Linoleic oils don't inherently turn into good soap and the best advice for a beginner is not to use them. They can contribute good qualities when used in small amounts in the right recipe. A good example is soybean oil, along with most types of sunflower and safflower oils. If you want, you can try them in the future at 10% maximum, or you can play with larger amounts of semi-linoleic oils like rice bran oil and canola oil.

Ricinoleic oils basically means castor oil because there aren't any other common ones. I would hold off on that one as a beginner because it will speed up your trace. Plus you never really need castor oil, though it can certainly contribute goodness to some recipes. Castor oil makes the soap more soluble for better lather and is especially handy for any soap that's meant to be transparent. You can try it in the future, ballpark 5%.

Stearic oils turn into hard soap with a gentle creamy lather. Substituting something like 5% stearic oil in place of palmitic oil can have good results. You should try it at some point. Common stearic oils are "butters" like cocoa butter and shea butter, as well as hydrogenated soy flakes (soy wax). Stearic oils are especially useful with palm oil, which has less stearic in its composition than animal fats.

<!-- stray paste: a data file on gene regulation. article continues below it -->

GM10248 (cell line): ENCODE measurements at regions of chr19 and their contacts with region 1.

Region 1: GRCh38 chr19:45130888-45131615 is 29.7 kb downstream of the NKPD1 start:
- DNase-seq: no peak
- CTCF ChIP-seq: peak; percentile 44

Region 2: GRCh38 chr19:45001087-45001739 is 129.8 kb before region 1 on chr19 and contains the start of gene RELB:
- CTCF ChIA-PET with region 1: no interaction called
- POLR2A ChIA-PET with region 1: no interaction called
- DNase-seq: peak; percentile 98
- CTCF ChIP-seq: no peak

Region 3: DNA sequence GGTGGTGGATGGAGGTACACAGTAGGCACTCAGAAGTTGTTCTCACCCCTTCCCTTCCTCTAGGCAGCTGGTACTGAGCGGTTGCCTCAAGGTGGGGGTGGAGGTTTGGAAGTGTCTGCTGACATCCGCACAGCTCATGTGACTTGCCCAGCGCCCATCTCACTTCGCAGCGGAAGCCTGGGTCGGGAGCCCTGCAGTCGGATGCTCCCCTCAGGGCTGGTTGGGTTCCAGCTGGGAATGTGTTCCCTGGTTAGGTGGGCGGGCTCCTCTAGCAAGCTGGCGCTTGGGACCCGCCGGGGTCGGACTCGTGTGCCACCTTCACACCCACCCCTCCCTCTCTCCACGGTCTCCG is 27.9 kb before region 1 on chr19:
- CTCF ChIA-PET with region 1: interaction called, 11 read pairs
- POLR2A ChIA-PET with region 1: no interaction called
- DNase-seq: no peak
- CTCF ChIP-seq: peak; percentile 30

Edited by topofmurrayhill
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THANKS!! What great info, Top. I've printed it out and added it to my collection of vital info.

As a very basic guideline to help get you started, you'll want to leave the lye calculator settings at their standard values and use the following categories and amounts of oil:

I'm not sure what you mean by leaving the lye calc settings at their standard values and use these categories... I've been playing with the mountain sage calc. Am I missing something?

Lauric oil (up to 30%)

Oleic oil (20-40%)

Palmitic oil (all the rest)

You don't need someone else's recipe. Just make up your own thing based on that guideline, and I promise you'll make great soap. Then experiment with the amounts and you'll learn a lot more than following recipes.

Great! I do like the idea of understaning the process. I love your explaination of oil categories. It will really give me somthing to study and apply.